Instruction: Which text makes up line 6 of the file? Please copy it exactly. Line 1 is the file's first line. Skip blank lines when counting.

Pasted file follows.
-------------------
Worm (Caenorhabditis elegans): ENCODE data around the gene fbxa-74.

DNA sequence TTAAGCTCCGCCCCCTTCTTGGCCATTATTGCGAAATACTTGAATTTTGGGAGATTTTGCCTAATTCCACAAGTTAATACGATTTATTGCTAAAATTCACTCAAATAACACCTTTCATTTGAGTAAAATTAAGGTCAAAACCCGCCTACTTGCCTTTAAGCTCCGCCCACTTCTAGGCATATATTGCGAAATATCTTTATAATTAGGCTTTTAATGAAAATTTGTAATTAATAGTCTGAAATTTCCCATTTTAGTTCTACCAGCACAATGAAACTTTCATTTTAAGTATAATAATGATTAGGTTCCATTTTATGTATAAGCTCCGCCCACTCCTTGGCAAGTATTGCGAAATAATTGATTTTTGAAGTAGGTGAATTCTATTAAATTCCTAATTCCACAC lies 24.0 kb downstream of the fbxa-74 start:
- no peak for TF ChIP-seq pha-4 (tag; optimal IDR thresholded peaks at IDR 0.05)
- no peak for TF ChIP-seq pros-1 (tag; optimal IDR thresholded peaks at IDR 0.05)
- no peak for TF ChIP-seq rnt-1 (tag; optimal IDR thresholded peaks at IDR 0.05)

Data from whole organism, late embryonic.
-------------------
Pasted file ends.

Data from whole organism, late embryonic.